Why I don’t panic about “infestations” of insects

Why I don’t panic about “infestations” of insects

This week, while checking on my newly planted willows, I spotted a rather flashy beetle on many of the plants:-

I’ll admit, my first instinct was to squish the little critters, but once I’d established what they were (blue willow beetles) and that they are not a pest that is a biosecurity threat (like Japanese beetle, for example), I came back to my senses and left them on the plants. I will keep an eye on them to ensure they don’t strip my willows of all their leaves, but I am sure that if they start to get out of control, the birds that frequent my flower patch looking for lunch will deal with them for me.

This is the essence of farming in a nature-friendly way; by not spraying with pesticides every time I see a pest I don’t like, I will encourage a balance of wildlife that will support the food web around my flower patch and hopefully add to the biodiversity of the area. If I were to spray, killing the beetles, I would also kill any ladybird larvae which have overwintered in the stems of my plants. This would mean there is nothing to take care of the aphids that will inevitably arrive once the weather warms up and plants put on new, sappy growth. I would then also have to treat those plants with insecticides.

The cascade of issues doesn’t stop there; insecticides also kill off life in my soil. As any regenerative farmer or gardener knows, the soil is the key to healthy plants and strong growth. Healthy soil is teeming with microbes and insects which support plants to gather the water and minerals they require. The better my soil, the more and better the blooms I will be able to grow.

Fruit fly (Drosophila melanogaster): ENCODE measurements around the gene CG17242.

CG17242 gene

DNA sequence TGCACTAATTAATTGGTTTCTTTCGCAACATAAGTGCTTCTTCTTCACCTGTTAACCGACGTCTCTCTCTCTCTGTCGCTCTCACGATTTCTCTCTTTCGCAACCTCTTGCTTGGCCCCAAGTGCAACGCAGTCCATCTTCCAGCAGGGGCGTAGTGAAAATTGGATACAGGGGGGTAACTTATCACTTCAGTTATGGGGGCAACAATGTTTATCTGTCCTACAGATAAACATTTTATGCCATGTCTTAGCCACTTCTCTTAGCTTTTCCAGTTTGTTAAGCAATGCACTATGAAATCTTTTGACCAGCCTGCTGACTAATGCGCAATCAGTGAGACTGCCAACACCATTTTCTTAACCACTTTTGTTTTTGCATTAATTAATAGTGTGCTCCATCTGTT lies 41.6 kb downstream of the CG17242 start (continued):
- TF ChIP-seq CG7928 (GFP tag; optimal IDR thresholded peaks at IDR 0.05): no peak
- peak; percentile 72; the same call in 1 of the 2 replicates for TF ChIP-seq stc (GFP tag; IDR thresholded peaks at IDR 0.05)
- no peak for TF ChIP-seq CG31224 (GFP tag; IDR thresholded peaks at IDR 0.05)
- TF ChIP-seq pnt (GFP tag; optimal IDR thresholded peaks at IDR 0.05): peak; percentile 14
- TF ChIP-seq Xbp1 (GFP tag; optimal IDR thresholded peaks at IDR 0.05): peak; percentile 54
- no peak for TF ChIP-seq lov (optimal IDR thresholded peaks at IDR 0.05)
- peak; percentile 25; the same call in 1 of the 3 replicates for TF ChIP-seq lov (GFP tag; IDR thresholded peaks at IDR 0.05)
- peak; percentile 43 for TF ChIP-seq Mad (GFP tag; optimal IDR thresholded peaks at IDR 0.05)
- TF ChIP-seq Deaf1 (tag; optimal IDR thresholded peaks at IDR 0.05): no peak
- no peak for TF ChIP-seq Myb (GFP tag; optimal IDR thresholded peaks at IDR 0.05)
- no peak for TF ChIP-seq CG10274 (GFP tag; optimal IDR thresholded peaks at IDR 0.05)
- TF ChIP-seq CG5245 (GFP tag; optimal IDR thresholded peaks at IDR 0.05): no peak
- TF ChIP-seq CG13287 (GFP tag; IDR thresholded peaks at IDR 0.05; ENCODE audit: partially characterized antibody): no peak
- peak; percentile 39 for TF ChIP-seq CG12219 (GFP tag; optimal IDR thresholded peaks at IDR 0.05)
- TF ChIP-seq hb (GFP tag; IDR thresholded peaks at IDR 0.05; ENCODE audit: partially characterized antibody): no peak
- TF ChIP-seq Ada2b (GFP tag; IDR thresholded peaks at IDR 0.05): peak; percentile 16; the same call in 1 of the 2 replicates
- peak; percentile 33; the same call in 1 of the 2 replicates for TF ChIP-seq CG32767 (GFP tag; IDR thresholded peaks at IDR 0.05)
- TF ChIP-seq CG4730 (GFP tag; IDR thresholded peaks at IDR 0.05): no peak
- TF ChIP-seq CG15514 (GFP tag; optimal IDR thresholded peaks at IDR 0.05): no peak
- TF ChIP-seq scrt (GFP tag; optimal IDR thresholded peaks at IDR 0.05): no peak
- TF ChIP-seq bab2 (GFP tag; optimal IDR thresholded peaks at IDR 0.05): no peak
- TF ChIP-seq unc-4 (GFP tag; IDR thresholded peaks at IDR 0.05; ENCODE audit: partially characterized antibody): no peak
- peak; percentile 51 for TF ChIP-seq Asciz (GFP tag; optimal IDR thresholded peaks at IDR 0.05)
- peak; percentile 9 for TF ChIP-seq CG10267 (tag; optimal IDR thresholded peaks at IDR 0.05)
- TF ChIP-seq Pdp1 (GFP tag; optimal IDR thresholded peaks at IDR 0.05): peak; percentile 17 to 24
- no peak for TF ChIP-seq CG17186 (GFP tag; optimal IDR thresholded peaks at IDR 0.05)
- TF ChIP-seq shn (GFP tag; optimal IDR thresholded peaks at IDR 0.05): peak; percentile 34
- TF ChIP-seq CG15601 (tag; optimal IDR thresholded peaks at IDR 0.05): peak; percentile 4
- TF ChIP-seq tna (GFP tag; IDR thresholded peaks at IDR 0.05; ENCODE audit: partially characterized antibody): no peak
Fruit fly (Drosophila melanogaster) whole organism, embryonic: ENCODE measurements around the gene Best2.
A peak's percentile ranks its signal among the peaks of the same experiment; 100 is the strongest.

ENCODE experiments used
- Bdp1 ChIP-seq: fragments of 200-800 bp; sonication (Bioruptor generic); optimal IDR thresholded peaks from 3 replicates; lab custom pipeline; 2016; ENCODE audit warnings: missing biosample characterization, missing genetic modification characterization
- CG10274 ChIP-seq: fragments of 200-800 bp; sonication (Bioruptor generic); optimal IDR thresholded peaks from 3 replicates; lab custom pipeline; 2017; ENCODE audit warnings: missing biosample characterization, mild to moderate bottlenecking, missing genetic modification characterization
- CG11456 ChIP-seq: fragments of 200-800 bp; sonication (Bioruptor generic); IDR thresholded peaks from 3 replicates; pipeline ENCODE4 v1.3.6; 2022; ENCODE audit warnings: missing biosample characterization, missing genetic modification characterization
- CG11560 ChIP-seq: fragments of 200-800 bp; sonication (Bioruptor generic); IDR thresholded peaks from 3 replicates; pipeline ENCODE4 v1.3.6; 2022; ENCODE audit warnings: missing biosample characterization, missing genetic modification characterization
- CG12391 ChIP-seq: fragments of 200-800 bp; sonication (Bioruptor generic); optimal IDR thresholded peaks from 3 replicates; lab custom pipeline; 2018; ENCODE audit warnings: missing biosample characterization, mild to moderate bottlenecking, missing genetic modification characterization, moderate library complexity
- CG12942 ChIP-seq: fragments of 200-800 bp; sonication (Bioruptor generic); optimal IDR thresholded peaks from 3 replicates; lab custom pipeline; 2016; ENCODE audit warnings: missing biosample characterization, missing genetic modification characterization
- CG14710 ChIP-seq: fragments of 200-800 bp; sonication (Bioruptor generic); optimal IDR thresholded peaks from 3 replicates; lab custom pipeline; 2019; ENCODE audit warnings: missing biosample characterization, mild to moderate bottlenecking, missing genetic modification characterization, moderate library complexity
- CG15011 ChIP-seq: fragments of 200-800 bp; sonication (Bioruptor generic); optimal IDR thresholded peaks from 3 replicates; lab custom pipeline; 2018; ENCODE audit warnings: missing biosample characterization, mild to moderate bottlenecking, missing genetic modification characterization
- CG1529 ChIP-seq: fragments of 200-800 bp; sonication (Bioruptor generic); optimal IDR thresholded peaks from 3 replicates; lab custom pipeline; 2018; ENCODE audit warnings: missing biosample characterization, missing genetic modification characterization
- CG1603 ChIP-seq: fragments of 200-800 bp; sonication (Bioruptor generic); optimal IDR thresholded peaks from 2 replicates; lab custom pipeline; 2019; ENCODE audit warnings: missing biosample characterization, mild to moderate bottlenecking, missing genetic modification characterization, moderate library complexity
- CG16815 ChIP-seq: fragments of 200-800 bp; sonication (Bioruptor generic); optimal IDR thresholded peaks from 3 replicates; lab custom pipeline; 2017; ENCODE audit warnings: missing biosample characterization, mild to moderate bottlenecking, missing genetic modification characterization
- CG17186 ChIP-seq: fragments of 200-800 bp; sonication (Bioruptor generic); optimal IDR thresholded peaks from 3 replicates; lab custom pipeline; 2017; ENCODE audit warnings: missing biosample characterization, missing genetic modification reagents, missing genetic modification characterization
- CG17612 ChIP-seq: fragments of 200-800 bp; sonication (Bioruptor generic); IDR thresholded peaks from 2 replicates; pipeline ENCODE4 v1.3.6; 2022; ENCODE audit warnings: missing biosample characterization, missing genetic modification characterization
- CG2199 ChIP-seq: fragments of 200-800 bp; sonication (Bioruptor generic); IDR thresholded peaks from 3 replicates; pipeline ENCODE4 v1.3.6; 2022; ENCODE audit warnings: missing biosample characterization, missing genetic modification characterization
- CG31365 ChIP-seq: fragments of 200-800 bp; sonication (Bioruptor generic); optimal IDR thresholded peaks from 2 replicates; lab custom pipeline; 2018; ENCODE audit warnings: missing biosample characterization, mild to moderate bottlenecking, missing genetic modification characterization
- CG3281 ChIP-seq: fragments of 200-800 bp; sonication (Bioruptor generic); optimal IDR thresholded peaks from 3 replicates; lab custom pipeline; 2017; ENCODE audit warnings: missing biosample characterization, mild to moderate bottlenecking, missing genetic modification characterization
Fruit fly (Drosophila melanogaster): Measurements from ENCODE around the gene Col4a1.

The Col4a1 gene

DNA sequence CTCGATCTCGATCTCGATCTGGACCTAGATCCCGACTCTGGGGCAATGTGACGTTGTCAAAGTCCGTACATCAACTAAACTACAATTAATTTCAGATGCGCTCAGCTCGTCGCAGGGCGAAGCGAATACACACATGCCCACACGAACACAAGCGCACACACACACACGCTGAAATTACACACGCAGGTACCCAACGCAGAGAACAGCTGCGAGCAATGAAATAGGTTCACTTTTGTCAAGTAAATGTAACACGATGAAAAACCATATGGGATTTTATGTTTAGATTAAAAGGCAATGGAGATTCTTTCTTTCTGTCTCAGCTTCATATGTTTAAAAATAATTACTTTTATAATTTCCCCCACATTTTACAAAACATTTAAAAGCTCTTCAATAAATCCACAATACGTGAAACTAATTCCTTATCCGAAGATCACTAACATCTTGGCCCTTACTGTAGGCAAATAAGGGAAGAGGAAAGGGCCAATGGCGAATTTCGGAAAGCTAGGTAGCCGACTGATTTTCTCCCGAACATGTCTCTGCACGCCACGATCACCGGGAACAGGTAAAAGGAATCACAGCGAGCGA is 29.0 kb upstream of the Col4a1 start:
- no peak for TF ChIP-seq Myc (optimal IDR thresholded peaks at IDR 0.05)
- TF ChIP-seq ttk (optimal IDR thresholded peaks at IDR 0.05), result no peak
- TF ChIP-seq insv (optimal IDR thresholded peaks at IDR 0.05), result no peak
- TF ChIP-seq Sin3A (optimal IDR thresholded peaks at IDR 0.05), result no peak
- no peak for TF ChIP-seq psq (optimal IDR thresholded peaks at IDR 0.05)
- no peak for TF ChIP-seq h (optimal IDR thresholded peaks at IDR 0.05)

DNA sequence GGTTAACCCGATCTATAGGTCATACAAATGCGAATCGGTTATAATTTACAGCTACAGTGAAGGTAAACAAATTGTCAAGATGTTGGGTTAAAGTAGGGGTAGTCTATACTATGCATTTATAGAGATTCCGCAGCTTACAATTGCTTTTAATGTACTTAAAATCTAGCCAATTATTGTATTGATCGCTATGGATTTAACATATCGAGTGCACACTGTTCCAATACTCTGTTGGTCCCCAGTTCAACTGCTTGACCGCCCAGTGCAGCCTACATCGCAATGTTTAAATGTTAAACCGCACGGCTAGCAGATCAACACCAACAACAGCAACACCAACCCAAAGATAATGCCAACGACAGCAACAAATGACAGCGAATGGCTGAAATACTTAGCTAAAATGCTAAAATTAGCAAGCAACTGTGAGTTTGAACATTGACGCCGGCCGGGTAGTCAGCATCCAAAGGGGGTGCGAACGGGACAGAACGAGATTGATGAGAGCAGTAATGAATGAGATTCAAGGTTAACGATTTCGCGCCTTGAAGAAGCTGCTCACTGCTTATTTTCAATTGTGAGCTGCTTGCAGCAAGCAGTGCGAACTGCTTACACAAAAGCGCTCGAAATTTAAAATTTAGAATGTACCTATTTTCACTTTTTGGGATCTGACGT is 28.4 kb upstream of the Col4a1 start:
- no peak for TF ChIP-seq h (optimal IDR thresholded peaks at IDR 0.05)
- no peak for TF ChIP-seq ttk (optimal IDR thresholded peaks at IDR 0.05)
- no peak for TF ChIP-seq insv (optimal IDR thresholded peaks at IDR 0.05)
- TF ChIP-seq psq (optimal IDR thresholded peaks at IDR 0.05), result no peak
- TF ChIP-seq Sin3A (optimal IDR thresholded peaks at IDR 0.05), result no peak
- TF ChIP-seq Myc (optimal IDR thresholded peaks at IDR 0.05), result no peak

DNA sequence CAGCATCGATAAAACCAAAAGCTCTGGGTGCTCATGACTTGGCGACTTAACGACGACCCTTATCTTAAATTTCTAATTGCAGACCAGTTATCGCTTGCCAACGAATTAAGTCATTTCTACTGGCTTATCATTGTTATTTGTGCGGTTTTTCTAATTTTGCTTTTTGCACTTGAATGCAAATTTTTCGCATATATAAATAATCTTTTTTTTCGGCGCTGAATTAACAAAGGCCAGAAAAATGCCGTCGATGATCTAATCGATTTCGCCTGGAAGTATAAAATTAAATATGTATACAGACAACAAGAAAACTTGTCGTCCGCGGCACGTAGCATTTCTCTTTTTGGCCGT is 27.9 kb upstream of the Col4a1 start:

This is not to say that I wouldn’t intervene if pests get out of control - a well-aimed jet from the hosepipe will dislodge quite a few aphids! And when lupin aphid strikes, I do spray with a mix of water, eco-friendly washing up liquid and vegetable oil. This keeps these insects from killing my lovely lupins as they do sometimes multiply too quickly for birds and other predators to be able to control them. I also use beer traps to control the slugs in my greenhouse, wheee there are no predators to predate them.

As always, the best option is to aim for prevention, rather than cure. A top tip to achieve this is to plant a sacrificial plant, which is more attractive to pests than my crops. Here is the “skeleton” of a nasturtium leaf from my flower patch last year. 

As you can see, the caterpillars have made short work of it. What you can’t see in this picture is the plants around the nasturtium which are free of caterpillars!

Over time, I have learnt to overcome my instinct to exterminate the pests I find in my flower patch and rather, enjoy the biodiversity that this approach brings. 

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